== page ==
Due to the great difference between the absence of biomarkers and other clinical variables, the initial inclusion would result in smaller amounts of data. So, biomarkers were added after model construction based on the clinical and scale scores data to evaluate their influence on the basic model. First, correlation analysis was performed between biomarkers and disease progression. Then the variables with significant correlation were selected to improve the models and we compared the model difference between before and after adding the biomarkers variables.
Statistical Analysis and Performance Measures
Descriptive statistics of the patients’ demographic and clinical characteristics are summarized in Table 1 . The Kolmogorov-Smirnov test was used to test the normality of continuous data. Continuous variables are described by the mean, standard deviation, maximum, and minimum. Categorical variables are expressed as percentages. The t -test was used to compare regression models before and after adding biomarkers variables. Two-tailed p
Descriptive statistics of the demographic and clinical variables of the Parkinson’s progression markers initiative study participants.
The performance of the models was assessed by the root mean square error (RMSE) and the adjusted coefficient of determination (adjusted R-squared coefficient or adjusted R 2 ). R 2 is a statistical measure in the regression model, equal to the ratio of the regression sum of squares to the total sum of squares and which reflects the degree of agreement between the data and the model. The influence of the number of variables on the goodness is excluded in the adjusted R 2 . Because doctors may score the same patient with minor differences in terms of the clinical significance of the symptom, we added a threshold range to each predicted value, which acted as the midpoint of the range, observed whether the true value fell within the range and calculated the accuracy for more convenient application of the model.
Patient Demographic and Clinical Characteristics
In this study, 474 (312 males and 162 females; M: F ratio 1. 926: 1; mean age 61. 473 ± 9. 753 years) PD patients were enrolled. The mean age of disease onset was 59. 460 years, and the mean disease duration was 6. 710 months at baseline. None of the continuous data were normally distributed according to the Kolmogorov–Smirnov test. Descriptive statistics of the general and total score variables are shown in Table 1 and other detailed score variables are shown in Supplementary Table 1 . A heatmap of the Spearman correlation coefficients between the variables are depicted in Figure 1 . To reduce redundant information, we eliminated variables with strong correlations. So, most of the individual items were removed and the total scores were retained. In total, 24 features remained and are shown in Table 2 . Apart from these, we also calculated the correlations between the 24 individual variables and the outcome event. The variables with the top five highest correlations were MDS-UPDRS Part III Score (0. 882), Duration of Disease since Diagnosis (0. 269), MDS-UPDRS Part I Apathy (0. 197), SCOPA-AUT Total Score (0. 196), and MDS-UPDRS Part I Fatigue (0. 154). The correlation coefficients and probability values of all 24 variables are shown in Supplementary Table 2 .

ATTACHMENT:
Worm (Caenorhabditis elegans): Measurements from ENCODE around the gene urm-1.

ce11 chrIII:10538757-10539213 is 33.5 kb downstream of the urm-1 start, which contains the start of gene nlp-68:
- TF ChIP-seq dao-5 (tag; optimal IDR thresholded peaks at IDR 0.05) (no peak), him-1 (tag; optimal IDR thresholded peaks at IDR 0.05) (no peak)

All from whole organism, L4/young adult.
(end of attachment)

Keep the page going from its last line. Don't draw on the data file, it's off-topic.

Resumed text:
Correlation heatmap between all variables.
The remaining 24 features after eliminating features with strong correlation.
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Prediction Model Construction and Performance Measures
After eliminating the missing data, a total of 849 cases were left, among which 633 cases were placed in the training set and 216 in the test set according to the aforementioned dividing principles. The disease progression as expressed by the MDS-UPDRS Part III score of the coming year was predicted based on the information from the previous year. We built regression models based on five algorithms, and their performances are shown in Table 3 . The models can be divided into three categories: linear, Bayesian and ensemble methods. The adjusted R 2 of all the models reached above 0. 75. The feature combinations obtained by the RFE method for models in the same category were similar and the feature importance or coefficient of each model is shown in Table 4 . The models from each of the categories jointly selected the same three features: MDS-UPDRS Part III score, MOCA Score and RBDSQ score. All coefficients of regression models are shown in Table 5 .
The performance of five regression models.
The feature importance or coefficient of features selected through RFE method in five regression models.
All coefficients of regression models.